Toxic Crusaders’ Mop Stands Among the Best Weapons on the NES
Ninja Gaiden II’s Invincible Fire Wheel. Contra’s Spread Gun. Teenage Mutant Ninja Turtles’ Kiai (often called Scrolls). There are a lot of incredible weapons in NES games that can make our lives a whole lot easier. Until we run out of them or lose them, I guess. One of the absolute best fighting tools on the system isn’t what you’d expect, though. It doesn’t use fire or bullets. Doesn’t cut foes up with a razor edge. It’s an aggressive cleaning implement: the mop from Toxic Crusaders.
Toxic Crusaders is a video game based on the cartoon of the same name. Which is, in itself, based on Troma’s The Toxic Avenger (a remake of which is in the works). As an adult who has seen the 1984 movie, it is already a lot to believe that someone saw the film and felt that there needed to be a kids’ cartoon. That someone would watch said cartoon and feel that we also needed a video game on it is kinda wild, too. But given that there’s games about Friday the 13th and A Nightmare on Elm Street on the kid-friendly console, I guess it shouldn’t surprise me that much.
Anyway, Toxie’s girlfriend, Yvonne, has been captured alongside the rest of the Toxic Crusaders. So, Toxie needs to save everyone from the polluting villains who took them. It was the 90’s, so anything eco-friendly got a green light. Toxie’s got superhuman strength, allowing him to punch out any litterer who steps into his path. However, punches in this game have nothing on our boy’s special mop.
The Mop is a wonderful tool for the guy who normally has to punch everything. Enemies throughout the game are fairly aggressive. Even the basic foes often have long-range attacks and lunging punches. They move pretty fast. This game has a well-earned reputation for being really hard. Punching these guys works, but with your mop in hand, you extend your range a little bit. It makes it a lot easier to catch those quick enemies.
That range makes a difference you can feel, but that’s just the beginning of what Toxic Crusaders has to offer. If you pick up a Toxic Barrel symbol, you’ll make the mop stronger, which adds a ranged shot. I’m not sure I want to know what sort of gross goo is coming off of it, as these droplets kill enemies fast. Again, it increases your fighting range, keeping you a bit safer and out of striking distance.
Find another Toxic Barrel and you’ll grow the mop to (nearly) the height of its power. Here, you can throw the thing like a boomerang. It’ll sweep all the way across the screen, cutting a massive swath through the enemies on its way out. Then it’ll come flying back, chasing your character until it’s back in your hands. Toxie’s not a small guy, and neither is the mop, either. It easily carves through most of the space enemies occupy on the screen, so it just steamrolls your foes. Since it will follow your walking path, you can easily guide it into enemies by throwing it and moving around while you punch creatures on the other side of you.
Toxic Crusaders has one final mop trick for you, though. If that wasn’t enough stopping power, you can also pick up one more Toxic Barrel and have the mop gain sentience. It’ll hop out of your hands and begin bouncing around the area, slamming any foe it comes into contact with over a short period of time. It’s not as effective as the boomerang mop, honestly, as it just does what it wants. It’s hard to rely on it to track foes with any reliability. Still a neat addition to your arsenal.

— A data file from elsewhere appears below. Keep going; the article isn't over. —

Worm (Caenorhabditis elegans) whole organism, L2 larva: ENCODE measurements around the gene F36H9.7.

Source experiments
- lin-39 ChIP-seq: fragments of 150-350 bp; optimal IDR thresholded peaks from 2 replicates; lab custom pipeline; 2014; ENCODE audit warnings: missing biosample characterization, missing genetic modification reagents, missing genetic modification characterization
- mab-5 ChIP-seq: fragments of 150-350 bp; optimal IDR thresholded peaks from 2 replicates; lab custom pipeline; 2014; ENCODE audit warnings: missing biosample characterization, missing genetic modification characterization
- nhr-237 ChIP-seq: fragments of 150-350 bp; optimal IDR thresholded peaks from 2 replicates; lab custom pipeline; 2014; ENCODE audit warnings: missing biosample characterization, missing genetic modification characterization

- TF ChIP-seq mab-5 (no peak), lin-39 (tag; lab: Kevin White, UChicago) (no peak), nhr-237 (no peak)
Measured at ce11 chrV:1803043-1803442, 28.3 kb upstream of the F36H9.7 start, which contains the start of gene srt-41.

The kicker with this weapon, like many great tools on the NES, is that it isn’t permanent. Getting hit will make your mop move down one power level. Get hit when you have the boomerang and you’ll be back just flinging droplets. Get smacked again by surprise and you’ll just be swinging your cleaning implement. You have to guard this weapon with your life against the game’s aggressive enemies if you want to keep that power level up.
This adds an interesting tension when you’re doing well. It’s like you’re constantly teetering over the edge throughout Toxic Crusaders. You can be…mopping the floor with your foes (sign, I’m sorry) one minute, but with a single mistake, your power level will plummet. Toxic Barrel pickups aren’t terribly common, either, so you have to struggle in your newfound weakness if you take even one cheap hit. Which can happen quite often in this game.
What I honestly like about this is that, the stronger you get, the more terrified you get of taking a hit. You scramble to avoid ever projectile coming your way. Leap aside to avoid getting punched in the mouth. You have a whole health bar of hits you can absorb, but losing that added strength makes that health bar nearly worthless. You’re in big trouble if you lose the stronger mop, so you treat just about any hit like it’s your last.
This left me in a state of near-panic throughout Toxic Crusaders. It’s like playing the Contra games in the final levels. You’re doing well with the Spread Gun, mowing down anything that’s in front of you with a cone of shots. Then, some silly little thing kills you that you don’t expect. Now, your gun just shoots these tiny basic shot. Suddenly, those masses of enemies mean you’re in a whole lot of danger as you can’t cut them down as effectively. You’re in much more danger than you were before.
The mop, silly weapon as it is, carries players to those same heights of power. You have a vicious cleaning tool that can get so strong it kills enemies on its own. You can chew through whole screens worth of polluting punks with a swing of your arm. It’s all ready to topple at any moment, though, punishing overconfidence and forcing an unease on players as they battle massive oily monsters and other irradiated creatures. The mop’s a fantastic multi-purpose weapon that will have you feeling like a toxic god, yet it comes with an unease that loads every second of the game with tension.